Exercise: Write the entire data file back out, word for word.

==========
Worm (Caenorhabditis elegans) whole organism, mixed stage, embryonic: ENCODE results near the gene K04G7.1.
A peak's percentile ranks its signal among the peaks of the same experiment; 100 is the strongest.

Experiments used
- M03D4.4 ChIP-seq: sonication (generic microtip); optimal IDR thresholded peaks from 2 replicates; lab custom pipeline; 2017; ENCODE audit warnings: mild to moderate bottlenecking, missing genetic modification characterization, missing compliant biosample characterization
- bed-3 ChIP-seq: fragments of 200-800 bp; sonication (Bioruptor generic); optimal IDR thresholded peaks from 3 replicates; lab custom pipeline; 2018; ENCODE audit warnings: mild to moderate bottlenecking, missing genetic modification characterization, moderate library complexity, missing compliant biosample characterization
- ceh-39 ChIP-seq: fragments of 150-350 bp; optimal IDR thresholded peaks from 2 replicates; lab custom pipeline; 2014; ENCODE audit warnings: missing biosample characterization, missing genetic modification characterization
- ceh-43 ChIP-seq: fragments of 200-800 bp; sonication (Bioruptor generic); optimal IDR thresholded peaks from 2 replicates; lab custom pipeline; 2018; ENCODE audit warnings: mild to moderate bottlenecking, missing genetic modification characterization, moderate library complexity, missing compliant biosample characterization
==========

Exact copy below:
Worm (Caenorhabditis elegans) whole organism, mixed stage, embryonic: ENCODE results near the gene K04G7.1.
A peak's percentile ranks its signal among the peaks of the same experiment; 100 is the strongest.

Experiments used
- M03D4.4 ChIP-seq: sonication (generic microtip); optimal IDR thresholded peaks from 2 replicates; lab custom pipeline; 2017; ENCODE audit warnings: mild to moderate bottlenecking, missing genetic modification characterization, missing compliant biosample characterization
- bed-3 ChIP-seq: fragments of 200-800 bp; sonication (Bioruptor generic); optimal IDR thresholded peaks from 3 replicates; lab custom pipeline; 2018; ENCODE audit warnings: mild to moderate bottlenecking, missing genetic modification characterization, moderate library complexity, missing compliant biosample characterization
- ceh-39 ChIP-seq: fragments of 150-350 bp; optimal IDR thresholded peaks from 2 replicates; lab custom pipeline; 2014; ENCODE audit warnings: missing biosample characterization, missing genetic modification characterization
- ceh-43 ChIP-seq: fragments of 200-800 bp; sonication (Bioruptor generic); optimal IDR thresholded peaks from 2 replicates; lab custom pipeline; 2018; ENCODE audit warnings: mild to moderate bottlenecking, missing genetic modification characterization, moderate library complexity, missing compliant biosample characterization